Of sympathy and pageant, of aging and refreshing

The other day a priest friend brought up a line from Hilaire Belloc’s The Path To Rome, which I have not read for many a year.

This is the story of the wine of Brule, and it shows that what men love is never money itself but their own way, and that human beings love sympathy and pageant above all things.

“[H]uman beings love sympathy and pageant above all things.”

I must have read that way back when but it did not register with me then as it does now.

From time to time we ought return to good books we’ve already read.  As we change, we can glean more from them.

Thanks to the Laudator, I am able the more easily to share this timely observation by now-Blessed John Henry Newman from An Essay in Aid of a Grammar of Assent:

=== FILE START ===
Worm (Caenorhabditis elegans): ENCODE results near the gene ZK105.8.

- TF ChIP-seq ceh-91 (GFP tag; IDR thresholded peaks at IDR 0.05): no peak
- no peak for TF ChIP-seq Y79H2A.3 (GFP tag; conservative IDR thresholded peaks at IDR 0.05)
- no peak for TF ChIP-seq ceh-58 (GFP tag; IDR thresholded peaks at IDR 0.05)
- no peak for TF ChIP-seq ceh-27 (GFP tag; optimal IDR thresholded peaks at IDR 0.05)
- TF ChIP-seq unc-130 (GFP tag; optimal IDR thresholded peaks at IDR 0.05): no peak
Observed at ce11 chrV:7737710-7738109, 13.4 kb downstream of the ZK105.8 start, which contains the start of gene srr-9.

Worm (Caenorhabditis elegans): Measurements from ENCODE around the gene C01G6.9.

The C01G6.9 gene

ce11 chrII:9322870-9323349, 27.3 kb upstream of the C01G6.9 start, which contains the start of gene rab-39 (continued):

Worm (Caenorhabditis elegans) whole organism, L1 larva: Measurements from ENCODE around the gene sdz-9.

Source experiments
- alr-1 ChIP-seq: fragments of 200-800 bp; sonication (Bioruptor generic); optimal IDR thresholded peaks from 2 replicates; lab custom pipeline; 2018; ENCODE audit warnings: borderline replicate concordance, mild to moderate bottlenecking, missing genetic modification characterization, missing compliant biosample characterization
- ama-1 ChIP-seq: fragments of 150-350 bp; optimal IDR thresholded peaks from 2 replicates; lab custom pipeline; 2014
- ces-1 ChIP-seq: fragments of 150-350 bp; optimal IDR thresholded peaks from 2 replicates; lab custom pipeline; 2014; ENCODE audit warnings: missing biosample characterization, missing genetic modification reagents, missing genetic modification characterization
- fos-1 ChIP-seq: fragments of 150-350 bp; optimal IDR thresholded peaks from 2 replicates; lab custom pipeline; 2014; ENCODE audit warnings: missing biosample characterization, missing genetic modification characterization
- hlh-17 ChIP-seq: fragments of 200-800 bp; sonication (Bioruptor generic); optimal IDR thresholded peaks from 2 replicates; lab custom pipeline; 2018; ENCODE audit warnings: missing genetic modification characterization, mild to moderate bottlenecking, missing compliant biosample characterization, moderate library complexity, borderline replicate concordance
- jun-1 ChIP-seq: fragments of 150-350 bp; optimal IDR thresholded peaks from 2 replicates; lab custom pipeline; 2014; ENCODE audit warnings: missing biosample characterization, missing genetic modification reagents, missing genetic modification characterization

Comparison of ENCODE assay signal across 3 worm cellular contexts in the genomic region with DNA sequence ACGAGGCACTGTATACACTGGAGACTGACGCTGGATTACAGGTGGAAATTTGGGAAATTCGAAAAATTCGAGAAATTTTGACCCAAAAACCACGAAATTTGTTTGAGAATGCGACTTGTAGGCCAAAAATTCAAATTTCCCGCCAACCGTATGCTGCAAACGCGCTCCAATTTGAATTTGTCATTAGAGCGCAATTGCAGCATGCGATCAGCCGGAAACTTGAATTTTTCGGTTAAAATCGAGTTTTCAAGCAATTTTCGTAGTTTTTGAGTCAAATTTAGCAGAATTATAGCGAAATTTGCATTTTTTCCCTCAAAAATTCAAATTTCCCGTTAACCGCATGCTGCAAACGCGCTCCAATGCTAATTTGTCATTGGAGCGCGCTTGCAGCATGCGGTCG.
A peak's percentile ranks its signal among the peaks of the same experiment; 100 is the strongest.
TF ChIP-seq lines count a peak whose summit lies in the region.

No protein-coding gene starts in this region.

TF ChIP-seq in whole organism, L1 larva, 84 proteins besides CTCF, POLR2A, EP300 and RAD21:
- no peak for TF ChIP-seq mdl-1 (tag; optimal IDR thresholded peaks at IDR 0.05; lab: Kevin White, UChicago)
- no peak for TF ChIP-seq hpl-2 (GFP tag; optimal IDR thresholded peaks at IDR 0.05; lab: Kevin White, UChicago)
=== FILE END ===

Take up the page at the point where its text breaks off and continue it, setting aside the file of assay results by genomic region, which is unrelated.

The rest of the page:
Let us consider, too, how differently young and old are affected by the words of some classic author, such as Homer or Horace. Passages, which to a boy are but rhetorical common-places, neither better nor worse than a hundred others which any clever writer might supply, which he gets by heart and thinks very fine, and imitates, as he thinks, successfully, in his own flowing versification, at length come home to him, when long years have passed, and he has had experience of life, and pierce him, as if he had never before known them, with their sad earnestness and vivid exactness. Then he comes to understand how it is that lines, the birth of some chance morning or evening at an Ionian festival, or among the Sabine hills, have lasted generation after generation, for thousands of years, with a power over the mind, and a charm, which the current literature of his own day, with all its obvious advantages, is utterly unable to rival.

I was once told, as an undergrad, that I wouldn’t really start to appreciate Horace until I was older.  Too true.